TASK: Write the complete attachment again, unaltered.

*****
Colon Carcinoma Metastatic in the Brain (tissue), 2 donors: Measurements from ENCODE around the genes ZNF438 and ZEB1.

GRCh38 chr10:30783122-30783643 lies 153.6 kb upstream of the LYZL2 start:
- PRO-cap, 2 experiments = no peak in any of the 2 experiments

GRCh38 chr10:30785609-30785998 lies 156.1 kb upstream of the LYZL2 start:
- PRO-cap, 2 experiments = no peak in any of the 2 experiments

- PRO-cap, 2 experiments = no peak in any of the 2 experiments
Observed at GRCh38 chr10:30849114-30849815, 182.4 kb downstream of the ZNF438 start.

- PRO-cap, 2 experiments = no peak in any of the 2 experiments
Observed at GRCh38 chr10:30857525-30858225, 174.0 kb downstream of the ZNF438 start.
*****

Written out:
Colon Carcinoma Metastatic in the Brain (tissue), 2 donors: Measurements from ENCODE around the genes ZNF438 and ZEB1.

GRCh38 chr10:30783122-30783643 lies 153.6 kb upstream of the LYZL2 start:
- PRO-cap, 2 experiments = no peak in any of the 2 experiments

GRCh38 chr10:30785609-30785998 lies 156.1 kb upstream of the LYZL2 start:
- PRO-cap, 2 experiments = no peak in any of the 2 experiments

- PRO-cap, 2 experiments = no peak in any of the 2 experiments
Observed at GRCh38 chr10:30849114-30849815, 182.4 kb downstream of the ZNF438 start.

- PRO-cap, 2 experiments = no peak in any of the 2 experiments
Observed at GRCh38 chr10:30857525-30858225, 174.0 kb downstream of the ZNF438 start.